As always, many thanks for stopping by.


  7. For being away from winter for some time, your poem has captured it perfectly. After reading your complete post, I found the poem is what I went back to, to reread, and again. It is lovely, and the story of the cow/punctuation is such a treasure.

    I am one who loves winter, loves blizzards, loves being snowed-in, though I never let snow or cold keep me in the house. I could not live somewhere that did not have winter.

    Winter and snow create a certain kind of aloneness you can’t find anywhere else, which for me, is what you speak to in your poem. And there is nothing more beautiful than the hint of spring on the wind, after a long, hard, winter.

    A lovely post, Linda.


    Perhaps that’s why fog is my favorite weather ~ it’s the warm-weather-dweller’s substitute for snow. That aloneness of which you speak is one of the things I like about fog, and it provides the same sense of quiet comfort I’ve always felt with a “blanket” of snow.

    The poem and post developed in an interesting way. I spent a great deal of time on WeatherUnderground, reading blogs written by people with names like “blizzard92”, and looking at the plethora of wonderful, winter images provided by photographers there. Since snowy winter hasn’t been my experience of late, I tried to understand how people who do live in it and love it experience it. When I finished the poem, it just felt “true”, and I was very happy with it.

    What’s most interesting about all this is that it puts a new twist on the old saying, “Write what you know”. We tend to read that as “Write what you’ve experienced.” But it seems we can write what we don’t know – what we haven’t experienced – as long as we find a way to lovingly and imaginatively enter the experience. Lots here for me to think about, too!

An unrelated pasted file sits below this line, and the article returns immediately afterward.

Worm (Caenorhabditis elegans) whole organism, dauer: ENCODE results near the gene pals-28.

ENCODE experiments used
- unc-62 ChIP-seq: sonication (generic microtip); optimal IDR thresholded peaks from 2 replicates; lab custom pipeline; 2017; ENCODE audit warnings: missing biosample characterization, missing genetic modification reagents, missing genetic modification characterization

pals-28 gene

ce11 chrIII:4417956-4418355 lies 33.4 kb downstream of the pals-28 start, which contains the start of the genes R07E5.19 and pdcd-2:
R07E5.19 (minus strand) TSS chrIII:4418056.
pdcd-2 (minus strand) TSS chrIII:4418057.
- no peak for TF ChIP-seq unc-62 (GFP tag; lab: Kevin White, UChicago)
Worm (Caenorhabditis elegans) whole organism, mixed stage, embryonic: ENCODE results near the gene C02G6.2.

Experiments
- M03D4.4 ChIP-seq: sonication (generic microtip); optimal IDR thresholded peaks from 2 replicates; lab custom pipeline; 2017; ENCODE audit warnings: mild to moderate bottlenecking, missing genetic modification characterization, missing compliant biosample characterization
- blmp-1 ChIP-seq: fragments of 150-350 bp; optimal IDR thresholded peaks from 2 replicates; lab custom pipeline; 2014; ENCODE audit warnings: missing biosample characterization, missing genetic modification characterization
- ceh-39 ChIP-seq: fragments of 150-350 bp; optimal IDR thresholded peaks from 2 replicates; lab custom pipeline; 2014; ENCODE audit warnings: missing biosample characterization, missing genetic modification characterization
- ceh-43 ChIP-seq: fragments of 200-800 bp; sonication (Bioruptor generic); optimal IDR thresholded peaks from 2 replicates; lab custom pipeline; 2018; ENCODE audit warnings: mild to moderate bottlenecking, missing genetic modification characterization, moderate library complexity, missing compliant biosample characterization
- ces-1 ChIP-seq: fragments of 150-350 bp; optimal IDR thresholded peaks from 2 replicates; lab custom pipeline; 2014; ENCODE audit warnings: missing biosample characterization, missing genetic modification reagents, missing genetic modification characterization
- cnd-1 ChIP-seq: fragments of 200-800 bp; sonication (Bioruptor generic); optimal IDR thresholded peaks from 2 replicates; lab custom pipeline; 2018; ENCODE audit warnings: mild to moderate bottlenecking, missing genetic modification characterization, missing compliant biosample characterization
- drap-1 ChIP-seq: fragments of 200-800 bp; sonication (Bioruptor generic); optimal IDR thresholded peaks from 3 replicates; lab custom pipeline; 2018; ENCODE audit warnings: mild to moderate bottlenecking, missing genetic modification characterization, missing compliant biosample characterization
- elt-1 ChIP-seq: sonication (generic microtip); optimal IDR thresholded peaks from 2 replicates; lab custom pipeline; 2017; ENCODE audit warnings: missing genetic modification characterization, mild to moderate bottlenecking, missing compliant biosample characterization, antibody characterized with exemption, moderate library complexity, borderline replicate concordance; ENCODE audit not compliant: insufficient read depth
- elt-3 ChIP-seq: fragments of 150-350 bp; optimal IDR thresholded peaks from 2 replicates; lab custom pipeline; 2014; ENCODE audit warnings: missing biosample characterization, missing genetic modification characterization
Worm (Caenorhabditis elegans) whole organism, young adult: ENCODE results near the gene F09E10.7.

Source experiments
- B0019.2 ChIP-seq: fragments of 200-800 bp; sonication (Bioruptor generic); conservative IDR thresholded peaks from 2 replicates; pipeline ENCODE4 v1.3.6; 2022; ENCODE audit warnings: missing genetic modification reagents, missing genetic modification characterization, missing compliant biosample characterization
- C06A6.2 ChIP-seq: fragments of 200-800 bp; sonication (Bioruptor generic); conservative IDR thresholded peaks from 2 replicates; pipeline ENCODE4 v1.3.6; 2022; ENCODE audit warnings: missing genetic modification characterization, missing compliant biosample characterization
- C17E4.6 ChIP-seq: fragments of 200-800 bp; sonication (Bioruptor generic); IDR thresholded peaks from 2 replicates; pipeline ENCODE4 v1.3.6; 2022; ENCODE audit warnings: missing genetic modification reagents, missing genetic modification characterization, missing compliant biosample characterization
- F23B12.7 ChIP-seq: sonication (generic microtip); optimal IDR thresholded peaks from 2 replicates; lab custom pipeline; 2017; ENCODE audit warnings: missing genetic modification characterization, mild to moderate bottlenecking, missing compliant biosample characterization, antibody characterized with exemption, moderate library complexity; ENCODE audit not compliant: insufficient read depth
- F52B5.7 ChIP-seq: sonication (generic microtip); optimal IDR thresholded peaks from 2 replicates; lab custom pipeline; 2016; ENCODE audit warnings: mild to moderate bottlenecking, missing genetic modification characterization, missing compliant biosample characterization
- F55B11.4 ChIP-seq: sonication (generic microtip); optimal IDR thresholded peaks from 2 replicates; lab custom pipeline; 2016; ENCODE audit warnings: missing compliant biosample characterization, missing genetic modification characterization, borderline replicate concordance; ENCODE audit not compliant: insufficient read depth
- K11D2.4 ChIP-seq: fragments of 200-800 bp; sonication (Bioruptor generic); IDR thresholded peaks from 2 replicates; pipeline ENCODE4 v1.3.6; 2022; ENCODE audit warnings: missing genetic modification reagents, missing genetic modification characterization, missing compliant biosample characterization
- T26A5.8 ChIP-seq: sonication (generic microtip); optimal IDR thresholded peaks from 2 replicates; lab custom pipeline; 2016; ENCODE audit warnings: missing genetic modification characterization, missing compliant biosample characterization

8. “Where beauty walks the land she leaves no tracks but goes and comes in secret, like a wraith. For the watchers from the windows, for the walkers beneath the moon, for every harsh and glittering star reflected in the sparkle of the snow, time seems to stop.” I particularly love these lines you write in your text, the image of walking, including Beauty, and those of us beneath the moon. Sweet, sweet stuff.

    And then your poem: the title nails it.

    The lines “split by ice, by cold, by hoarfrost” – they leap off the page for me -is it the rhythm? is it the short words? is it the images? Is it because I know you? No. I don’t know. It’s all of it. And now knowing about the cattle on the hill returning as an image, a line from your ride in the backseat wrapped in a plaid blanket.

    Oh, and a pat on the head for the Kitty. I see Kitty on the sheepskin, safe and wide-eyed.

    Thanks for helping to kick this January drear. It is beautiful, isn’t it?


    There are days I think everything in the world is connected. Part of the mystery of writing is that even as we put words on paper we know they’re meant for someone. We just don’t know who it is, or where they are, or how we are connected. So we write, and if we’re lucky the connections come clear and we find out who we were writing for all along. I look at winter photos and remember “my” cows in the field, and in the meantime you’re off shopping at Target, finding the sign that brings the story full circle. What’s not to love about that?

    I’m glad you like the three “splits”. I do, too. Once upon a time my dear, favorite professor told us that “time is but a split down the middle of infinity”. I’ve never forgotten that, either.

    Miss Dixie thanks you for the virtual pat. She is such a good, patient creature, and I do hope she doesn’t have to face a storm again this year!

    We need to appreciate January while it’s here – beautiful as it is, it’s almost over!


  9. Greetings!